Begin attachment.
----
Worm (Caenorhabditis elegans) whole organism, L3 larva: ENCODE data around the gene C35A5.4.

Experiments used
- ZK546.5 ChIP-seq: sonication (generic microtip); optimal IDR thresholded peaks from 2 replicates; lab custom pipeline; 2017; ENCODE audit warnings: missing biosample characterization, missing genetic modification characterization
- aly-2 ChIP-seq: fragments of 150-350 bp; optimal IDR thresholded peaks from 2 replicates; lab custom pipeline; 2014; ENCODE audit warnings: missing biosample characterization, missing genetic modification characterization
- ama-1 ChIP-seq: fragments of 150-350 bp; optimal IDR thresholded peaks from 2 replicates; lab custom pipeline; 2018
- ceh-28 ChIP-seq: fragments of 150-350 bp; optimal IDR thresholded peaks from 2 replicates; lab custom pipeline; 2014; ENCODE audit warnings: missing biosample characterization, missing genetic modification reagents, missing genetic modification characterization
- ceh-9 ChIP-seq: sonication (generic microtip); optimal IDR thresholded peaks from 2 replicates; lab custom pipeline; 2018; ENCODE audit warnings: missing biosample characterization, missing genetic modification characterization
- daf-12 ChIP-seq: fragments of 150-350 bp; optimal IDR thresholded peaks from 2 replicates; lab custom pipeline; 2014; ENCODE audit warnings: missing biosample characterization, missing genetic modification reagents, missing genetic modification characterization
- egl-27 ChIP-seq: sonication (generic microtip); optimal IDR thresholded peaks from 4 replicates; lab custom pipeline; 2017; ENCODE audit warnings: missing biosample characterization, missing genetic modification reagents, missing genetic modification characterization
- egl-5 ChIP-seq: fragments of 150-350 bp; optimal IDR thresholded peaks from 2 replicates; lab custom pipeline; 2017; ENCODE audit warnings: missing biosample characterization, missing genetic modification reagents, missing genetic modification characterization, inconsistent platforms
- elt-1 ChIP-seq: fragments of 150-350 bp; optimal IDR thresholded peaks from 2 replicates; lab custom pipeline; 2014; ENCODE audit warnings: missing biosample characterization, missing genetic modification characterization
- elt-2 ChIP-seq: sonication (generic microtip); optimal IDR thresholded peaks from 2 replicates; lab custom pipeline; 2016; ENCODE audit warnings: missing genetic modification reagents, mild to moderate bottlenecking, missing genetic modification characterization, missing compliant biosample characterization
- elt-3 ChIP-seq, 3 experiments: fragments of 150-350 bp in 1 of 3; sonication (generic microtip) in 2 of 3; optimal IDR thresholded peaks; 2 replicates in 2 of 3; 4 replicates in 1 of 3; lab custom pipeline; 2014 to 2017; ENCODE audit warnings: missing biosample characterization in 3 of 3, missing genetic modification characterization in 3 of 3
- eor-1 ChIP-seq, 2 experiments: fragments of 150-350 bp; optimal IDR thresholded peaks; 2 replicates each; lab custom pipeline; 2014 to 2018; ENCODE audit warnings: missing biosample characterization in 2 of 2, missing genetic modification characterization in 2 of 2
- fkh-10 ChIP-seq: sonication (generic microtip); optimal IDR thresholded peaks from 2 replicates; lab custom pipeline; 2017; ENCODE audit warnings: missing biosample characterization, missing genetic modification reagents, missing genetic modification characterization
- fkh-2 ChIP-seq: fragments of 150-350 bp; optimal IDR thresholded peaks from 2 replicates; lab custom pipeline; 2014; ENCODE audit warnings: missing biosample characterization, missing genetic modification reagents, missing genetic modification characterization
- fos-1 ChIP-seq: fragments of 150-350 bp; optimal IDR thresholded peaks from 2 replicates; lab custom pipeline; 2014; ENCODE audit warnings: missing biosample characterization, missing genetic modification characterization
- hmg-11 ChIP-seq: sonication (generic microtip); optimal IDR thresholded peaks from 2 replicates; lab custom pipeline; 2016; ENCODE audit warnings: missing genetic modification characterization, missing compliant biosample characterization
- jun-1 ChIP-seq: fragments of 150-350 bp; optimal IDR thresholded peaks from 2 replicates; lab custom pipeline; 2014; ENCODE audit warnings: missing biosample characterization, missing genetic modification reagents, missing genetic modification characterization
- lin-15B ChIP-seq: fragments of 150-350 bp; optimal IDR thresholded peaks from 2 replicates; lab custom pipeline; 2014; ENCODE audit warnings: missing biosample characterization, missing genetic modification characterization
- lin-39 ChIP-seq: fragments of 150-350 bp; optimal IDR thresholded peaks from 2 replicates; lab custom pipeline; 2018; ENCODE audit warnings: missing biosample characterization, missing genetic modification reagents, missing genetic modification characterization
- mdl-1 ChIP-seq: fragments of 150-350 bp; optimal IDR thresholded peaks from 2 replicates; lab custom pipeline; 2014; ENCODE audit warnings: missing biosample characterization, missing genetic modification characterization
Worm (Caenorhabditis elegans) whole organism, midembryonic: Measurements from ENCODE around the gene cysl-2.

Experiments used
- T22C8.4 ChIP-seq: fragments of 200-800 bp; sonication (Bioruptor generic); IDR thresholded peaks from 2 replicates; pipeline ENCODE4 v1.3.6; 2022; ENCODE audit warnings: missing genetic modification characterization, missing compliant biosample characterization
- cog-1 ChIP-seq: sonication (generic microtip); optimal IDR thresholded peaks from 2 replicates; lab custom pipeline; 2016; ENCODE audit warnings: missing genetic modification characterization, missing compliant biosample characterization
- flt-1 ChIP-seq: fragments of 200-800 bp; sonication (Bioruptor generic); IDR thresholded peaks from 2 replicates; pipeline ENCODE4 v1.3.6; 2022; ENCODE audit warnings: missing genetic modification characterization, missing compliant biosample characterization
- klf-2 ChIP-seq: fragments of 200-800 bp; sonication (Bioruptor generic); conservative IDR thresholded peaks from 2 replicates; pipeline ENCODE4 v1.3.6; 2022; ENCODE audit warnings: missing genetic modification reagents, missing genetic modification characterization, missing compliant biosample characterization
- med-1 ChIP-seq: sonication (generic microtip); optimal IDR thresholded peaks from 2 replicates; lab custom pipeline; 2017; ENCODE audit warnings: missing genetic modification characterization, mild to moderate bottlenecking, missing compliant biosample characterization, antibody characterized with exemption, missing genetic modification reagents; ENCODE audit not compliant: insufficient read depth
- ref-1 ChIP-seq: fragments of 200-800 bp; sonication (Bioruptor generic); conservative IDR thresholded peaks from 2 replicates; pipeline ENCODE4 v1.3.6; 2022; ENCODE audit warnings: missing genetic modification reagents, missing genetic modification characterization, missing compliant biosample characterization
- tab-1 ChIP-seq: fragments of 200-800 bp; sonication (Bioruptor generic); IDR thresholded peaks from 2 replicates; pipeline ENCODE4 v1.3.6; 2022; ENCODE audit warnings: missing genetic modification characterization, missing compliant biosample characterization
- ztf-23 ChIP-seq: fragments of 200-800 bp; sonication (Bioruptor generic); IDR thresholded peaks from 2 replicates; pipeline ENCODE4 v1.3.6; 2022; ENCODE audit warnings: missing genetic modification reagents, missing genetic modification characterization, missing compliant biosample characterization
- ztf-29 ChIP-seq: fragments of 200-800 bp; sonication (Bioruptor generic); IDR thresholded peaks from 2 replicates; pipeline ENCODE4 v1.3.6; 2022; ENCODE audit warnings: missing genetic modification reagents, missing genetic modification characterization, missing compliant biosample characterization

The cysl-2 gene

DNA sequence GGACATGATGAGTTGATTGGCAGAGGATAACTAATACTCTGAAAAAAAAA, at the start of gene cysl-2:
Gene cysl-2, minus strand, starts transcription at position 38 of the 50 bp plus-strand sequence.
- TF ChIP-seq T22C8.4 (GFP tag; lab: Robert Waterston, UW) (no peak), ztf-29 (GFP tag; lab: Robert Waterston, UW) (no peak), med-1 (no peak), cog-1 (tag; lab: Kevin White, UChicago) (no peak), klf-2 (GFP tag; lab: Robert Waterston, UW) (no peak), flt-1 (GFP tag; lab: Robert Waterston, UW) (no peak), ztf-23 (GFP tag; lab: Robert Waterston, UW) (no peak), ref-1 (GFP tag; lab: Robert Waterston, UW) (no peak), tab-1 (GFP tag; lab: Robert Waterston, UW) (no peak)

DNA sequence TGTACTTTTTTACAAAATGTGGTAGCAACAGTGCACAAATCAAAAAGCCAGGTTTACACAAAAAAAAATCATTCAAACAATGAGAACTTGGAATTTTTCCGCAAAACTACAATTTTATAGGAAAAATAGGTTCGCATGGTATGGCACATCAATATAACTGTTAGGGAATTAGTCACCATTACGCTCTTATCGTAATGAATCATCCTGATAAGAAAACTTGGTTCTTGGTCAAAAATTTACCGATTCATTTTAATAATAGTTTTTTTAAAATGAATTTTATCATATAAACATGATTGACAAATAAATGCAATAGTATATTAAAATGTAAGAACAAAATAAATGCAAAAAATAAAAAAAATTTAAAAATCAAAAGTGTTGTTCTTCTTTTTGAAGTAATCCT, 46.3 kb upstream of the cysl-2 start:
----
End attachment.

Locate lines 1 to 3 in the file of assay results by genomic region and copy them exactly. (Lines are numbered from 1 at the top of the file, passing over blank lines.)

Worm (Caenorhabditis elegans) whole organism, L3 larva: ENCODE data around the gene C35A5.4.

Experiments used
- ZK546.5 ChIP-seq: sonication (generic microtip); optimal IDR thresholded peaks from 2 replicates; lab custom pipeline; 2017; ENCODE audit warnings: missing biosample characterization, missing genetic modification characterization